If you have trouble going to sleep at night, staying asleep during the night, or perhaps even both, then this will help. The most important advice I ever received on meditation and sleep was that I needed to get my mind and body back into a sleep routine.
So what exactly is a sleep routine? It’s the habitual way that you prepare yourself to go to sleep whether that’s at night or during the day if you are a shift worker. The more you can get into a routine of when and how you go to bed the better quality of sleep you will get.
How Does Meditation help You Sleep?
Meditation helps you to sleep by slowing down your mind so that the body can prepare for sleep. All too often our minds can still be busy at night because of being physical, mentally and emotionally stressed during the day. Then there’s also those times when you can’t stop thinking about something that happened is coming up in the near future.
These are the times when you go to bed and find yourself tossing and turning, or staring endlessly at the ceiling with no sign that sleep is going to come anytime soon. Meditation helps to reduce the busyness of the mind and helps your mind slow down and body to relax so it makes it easier for you to sleep.
While studies have shown that mindfulness meditation can help with sleep patterns, it’s also helpful to take steps to improve your sleep habits. This means working on the environmental factors that can also contribute to making it difficult to fall asleep or stay asleep.
Here are my top 5 secrets for getting into a healthy sleep routine for better health, energy levels, and productivity:
1. Go to bed at the same time every day. I know this may not always be possible given that so many of us lead such hectic lives these days but if you can make a habit of when you go to bed and stick to it as best you can, then this helps your internal body clock to trigger your sleep hormones. If you set a goal to be in bed by 9pm, then do your best to stick to it.
2. Eat foods that produce serotonin to help induce sleep. Serotonin is a hormone that influences our sleep patterns and when this is low in our body, then it can prevent you from relaxing enough to fall asleep. Some of the foods that help to increase serotonin naturally include sweet potatoes, root vegetables, non-wheat based grains like oatmeal and rice, dark chocolate, green tea, and fermented foods.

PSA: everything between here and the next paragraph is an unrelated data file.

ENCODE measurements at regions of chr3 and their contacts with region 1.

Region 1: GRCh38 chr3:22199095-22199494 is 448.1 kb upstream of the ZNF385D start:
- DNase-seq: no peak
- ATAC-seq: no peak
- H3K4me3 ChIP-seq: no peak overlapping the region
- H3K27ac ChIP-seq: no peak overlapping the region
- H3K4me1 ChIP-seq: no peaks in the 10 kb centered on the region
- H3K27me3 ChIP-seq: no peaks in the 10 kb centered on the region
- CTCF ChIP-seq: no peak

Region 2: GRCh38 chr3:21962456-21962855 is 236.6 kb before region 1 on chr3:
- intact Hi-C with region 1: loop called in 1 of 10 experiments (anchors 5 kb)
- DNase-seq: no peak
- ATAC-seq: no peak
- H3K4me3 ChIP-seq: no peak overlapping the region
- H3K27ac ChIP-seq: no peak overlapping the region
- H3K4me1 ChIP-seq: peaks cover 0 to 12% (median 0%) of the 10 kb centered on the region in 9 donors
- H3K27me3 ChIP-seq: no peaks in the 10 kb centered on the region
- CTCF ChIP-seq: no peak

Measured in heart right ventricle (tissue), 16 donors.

3. Avoid stimulants before bed. Things like alcohol, caffeine, and sugar-based drinks should be avoided up to 4 hours before your planned bedtime. These can very disruptive to your sleep cycles as they mess with your brains ability to produce the necessary hormones to get ready for sleep.
4. Give your brain a rest at least 1 hour before bed. Whether it’s watching TV, scrolling through your social media accounts, reading a book, or being plugged-in to some kind of mental activity, get unplugged an hour before you go to bed. This gives your mind and brain time to settle down and prepare for sleep. You can use this time to have a warm bath by candlelight, or even meditate by being mindful of your breath or thoughts before you go to bed.
5. Make your bedroom a sleep sanctuary. This means no bright lights, TV’s, stereo’s, exercise equipment, or anything else that can distract you from sleep. It also helps to keep your bedroom as dark as possible and quiet as possible – so no phones is a good idea. Think of it this way, anything that can disturb your sleep or energize you in any way will not help your sleep cycles.
Getting a good night’s sleep is imperative these days as we have so many distractions and things to deal with that our energy is constantly being pirated. If you don’t make sleep a priority then you will ultimately feel run down which will make everything you do seem to take much more effort than would typically be needed.
Long-term sleep deprivation can lead to all sorts of mental and physical health issues as well as put your body under extra stress each day as it didn’t have the chance to de-stress during its natural sleep cycle. This is why so many people wake up feeling just as exhausted as they went to bed.
By developing a good sleep habit you are not only setting up your mind and body for optimal health and well-being, you are also giving yourself the gift of proper rest and recovery from the never-ending onslaught of daily events.
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